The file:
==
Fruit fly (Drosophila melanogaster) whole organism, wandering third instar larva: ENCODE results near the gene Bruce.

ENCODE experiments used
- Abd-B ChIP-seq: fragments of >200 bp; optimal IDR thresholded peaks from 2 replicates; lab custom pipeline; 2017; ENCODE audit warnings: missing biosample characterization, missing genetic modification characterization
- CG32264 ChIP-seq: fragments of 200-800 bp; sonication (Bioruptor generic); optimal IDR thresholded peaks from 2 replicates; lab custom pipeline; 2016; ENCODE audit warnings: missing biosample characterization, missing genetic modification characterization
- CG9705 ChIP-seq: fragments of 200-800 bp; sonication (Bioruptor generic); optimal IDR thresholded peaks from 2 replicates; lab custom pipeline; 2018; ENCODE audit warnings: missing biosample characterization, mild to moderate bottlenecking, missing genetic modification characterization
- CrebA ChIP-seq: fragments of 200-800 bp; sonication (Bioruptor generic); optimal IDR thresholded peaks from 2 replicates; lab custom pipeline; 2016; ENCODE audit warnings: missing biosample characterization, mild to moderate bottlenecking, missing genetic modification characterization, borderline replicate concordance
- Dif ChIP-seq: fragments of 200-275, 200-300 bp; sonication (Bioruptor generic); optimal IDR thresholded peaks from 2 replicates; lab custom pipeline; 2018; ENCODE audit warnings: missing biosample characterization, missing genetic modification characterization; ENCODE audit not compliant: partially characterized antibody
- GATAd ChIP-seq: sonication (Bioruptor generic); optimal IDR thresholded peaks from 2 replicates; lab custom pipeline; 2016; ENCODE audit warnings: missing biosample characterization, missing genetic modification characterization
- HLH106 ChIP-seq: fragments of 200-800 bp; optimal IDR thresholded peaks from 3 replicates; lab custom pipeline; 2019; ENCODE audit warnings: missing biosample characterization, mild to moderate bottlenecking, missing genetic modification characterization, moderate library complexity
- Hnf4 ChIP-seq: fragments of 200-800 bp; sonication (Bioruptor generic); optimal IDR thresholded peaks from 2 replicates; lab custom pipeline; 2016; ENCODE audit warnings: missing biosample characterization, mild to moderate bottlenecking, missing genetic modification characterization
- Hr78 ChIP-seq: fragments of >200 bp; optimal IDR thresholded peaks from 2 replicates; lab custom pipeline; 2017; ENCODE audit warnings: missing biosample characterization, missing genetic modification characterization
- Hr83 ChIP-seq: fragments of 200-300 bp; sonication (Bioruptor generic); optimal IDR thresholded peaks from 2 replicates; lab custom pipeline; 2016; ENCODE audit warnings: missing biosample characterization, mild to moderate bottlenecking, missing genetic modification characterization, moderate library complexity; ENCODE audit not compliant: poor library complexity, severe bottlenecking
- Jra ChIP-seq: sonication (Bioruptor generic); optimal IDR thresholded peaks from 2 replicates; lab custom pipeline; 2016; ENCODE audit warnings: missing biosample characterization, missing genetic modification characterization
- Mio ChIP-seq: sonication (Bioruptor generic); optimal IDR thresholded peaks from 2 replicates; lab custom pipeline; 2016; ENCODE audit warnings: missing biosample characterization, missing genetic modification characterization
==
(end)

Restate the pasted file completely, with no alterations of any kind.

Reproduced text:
Fruit fly (Drosophila melanogaster) whole organism, wandering third instar larva: ENCODE results near the gene Bruce.

ENCODE experiments used
- Abd-B ChIP-seq: fragments of >200 bp; optimal IDR thresholded peaks from 2 replicates; lab custom pipeline; 2017; ENCODE audit warnings: missing biosample characterization, missing genetic modification characterization
- CG32264 ChIP-seq: fragments of 200-800 bp; sonication (Bioruptor generic); optimal IDR thresholded peaks from 2 replicates; lab custom pipeline; 2016; ENCODE audit warnings: missing biosample characterization, missing genetic modification characterization
- CG9705 ChIP-seq: fragments of 200-800 bp; sonication (Bioruptor generic); optimal IDR thresholded peaks from 2 replicates; lab custom pipeline; 2018; ENCODE audit warnings: missing biosample characterization, mild to moderate bottlenecking, missing genetic modification characterization
- CrebA ChIP-seq: fragments of 200-800 bp; sonication (Bioruptor generic); optimal IDR thresholded peaks from 2 replicates; lab custom pipeline; 2016; ENCODE audit warnings: missing biosample characterization, mild to moderate bottlenecking, missing genetic modification characterization, borderline replicate concordance
- Dif ChIP-seq: fragments of 200-275, 200-300 bp; sonication (Bioruptor generic); optimal IDR thresholded peaks from 2 replicates; lab custom pipeline; 2018; ENCODE audit warnings: missing biosample characterization, missing genetic modification characterization; ENCODE audit not compliant: partially characterized antibody
- GATAd ChIP-seq: sonication (Bioruptor generic); optimal IDR thresholded peaks from 2 replicates; lab custom pipeline; 2016; ENCODE audit warnings: missing biosample characterization, missing genetic modification characterization
- HLH106 ChIP-seq: fragments of 200-800 bp; optimal IDR thresholded peaks from 3 replicates; lab custom pipeline; 2019; ENCODE audit warnings: missing biosample characterization, mild to moderate bottlenecking, missing genetic modification characterization, moderate library complexity
- Hnf4 ChIP-seq: fragments of 200-800 bp; sonication (Bioruptor generic); optimal IDR thresholded peaks from 2 replicates; lab custom pipeline; 2016; ENCODE audit warnings: missing biosample characterization, mild to moderate bottlenecking, missing genetic modification characterization
- Hr78 ChIP-seq: fragments of >200 bp; optimal IDR thresholded peaks from 2 replicates; lab custom pipeline; 2017; ENCODE audit warnings: missing biosample characterization, missing genetic modification characterization
- Hr83 ChIP-seq: fragments of 200-300 bp; sonication (Bioruptor generic); optimal IDR thresholded peaks from 2 replicates; lab custom pipeline; 2016; ENCODE audit warnings: missing biosample characterization, mild to moderate bottlenecking, missing genetic modification characterization, moderate library complexity; ENCODE audit not compliant: poor library complexity, severe bottlenecking
- Jra ChIP-seq: sonication (Bioruptor generic); optimal IDR thresholded peaks from 2 replicates; lab custom pipeline; 2016; ENCODE audit warnings: missing biosample characterization, missing genetic modification characterization
- Mio ChIP-seq: sonication (Bioruptor generic); optimal IDR thresholded peaks from 2 replicates; lab custom pipeline; 2016; ENCODE audit warnings: missing biosample characterization, missing genetic modification characterization